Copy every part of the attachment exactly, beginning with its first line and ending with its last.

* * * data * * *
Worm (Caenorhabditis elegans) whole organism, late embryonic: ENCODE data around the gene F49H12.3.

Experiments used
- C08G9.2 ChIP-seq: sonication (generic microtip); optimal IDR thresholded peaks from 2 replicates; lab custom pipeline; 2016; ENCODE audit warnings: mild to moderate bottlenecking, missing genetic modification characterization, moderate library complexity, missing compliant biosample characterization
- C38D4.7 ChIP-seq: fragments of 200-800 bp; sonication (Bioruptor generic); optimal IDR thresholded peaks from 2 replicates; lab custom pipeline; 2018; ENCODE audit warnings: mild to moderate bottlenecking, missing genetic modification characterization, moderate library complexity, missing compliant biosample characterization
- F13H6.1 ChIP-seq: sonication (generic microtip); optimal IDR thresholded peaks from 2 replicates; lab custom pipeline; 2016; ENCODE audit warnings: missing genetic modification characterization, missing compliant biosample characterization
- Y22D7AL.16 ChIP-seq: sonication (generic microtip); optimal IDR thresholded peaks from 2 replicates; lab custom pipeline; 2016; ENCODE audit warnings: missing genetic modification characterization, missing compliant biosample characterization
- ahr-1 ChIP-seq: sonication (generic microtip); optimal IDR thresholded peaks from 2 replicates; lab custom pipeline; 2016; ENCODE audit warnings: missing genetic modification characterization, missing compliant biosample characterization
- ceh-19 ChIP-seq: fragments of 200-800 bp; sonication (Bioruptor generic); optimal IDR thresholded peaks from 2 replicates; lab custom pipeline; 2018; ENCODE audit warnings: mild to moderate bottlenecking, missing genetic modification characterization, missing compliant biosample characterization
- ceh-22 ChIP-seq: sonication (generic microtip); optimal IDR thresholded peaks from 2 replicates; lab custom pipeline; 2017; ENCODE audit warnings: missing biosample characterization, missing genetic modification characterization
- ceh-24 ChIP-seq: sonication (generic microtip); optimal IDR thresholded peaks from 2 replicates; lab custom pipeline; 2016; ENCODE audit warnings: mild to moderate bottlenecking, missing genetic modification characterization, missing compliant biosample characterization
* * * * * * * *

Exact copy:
Worm (Caenorhabditis elegans) whole organism, late embryonic: ENCODE data around the gene F49H12.3.

Experiments used
- C08G9.2 ChIP-seq: sonication (generic microtip); optimal IDR thresholded peaks from 2 replicates; lab custom pipeline; 2016; ENCODE audit warnings: mild to moderate bottlenecking, missing genetic modification characterization, moderate library complexity, missing compliant biosample characterization
- C38D4.7 ChIP-seq: fragments of 200-800 bp; sonication (Bioruptor generic); optimal IDR thresholded peaks from 2 replicates; lab custom pipeline; 2018; ENCODE audit warnings: mild to moderate bottlenecking, missing genetic modification characterization, moderate library complexity, missing compliant biosample characterization
- F13H6.1 ChIP-seq: sonication (generic microtip); optimal IDR thresholded peaks from 2 replicates; lab custom pipeline; 2016; ENCODE audit warnings: missing genetic modification characterization, missing compliant biosample characterization
- Y22D7AL.16 ChIP-seq: sonication (generic microtip); optimal IDR thresholded peaks from 2 replicates; lab custom pipeline; 2016; ENCODE audit warnings: missing genetic modification characterization, missing compliant biosample characterization
- ahr-1 ChIP-seq: sonication (generic microtip); optimal IDR thresholded peaks from 2 replicates; lab custom pipeline; 2016; ENCODE audit warnings: missing genetic modification characterization, missing compliant biosample characterization
- ceh-19 ChIP-seq: fragments of 200-800 bp; sonication (Bioruptor generic); optimal IDR thresholded peaks from 2 replicates; lab custom pipeline; 2018; ENCODE audit warnings: mild to moderate bottlenecking, missing genetic modification characterization, missing compliant biosample characterization
- ceh-22 ChIP-seq: sonication (generic microtip); optimal IDR thresholded peaks from 2 replicates; lab custom pipeline; 2017; ENCODE audit warnings: missing biosample characterization, missing genetic modification characterization
- ceh-24 ChIP-seq: sonication (generic microtip); optimal IDR thresholded peaks from 2 replicates; lab custom pipeline; 2016; ENCODE audit warnings: mild to moderate bottlenecking, missing genetic modification characterization, missing compliant biosample characterization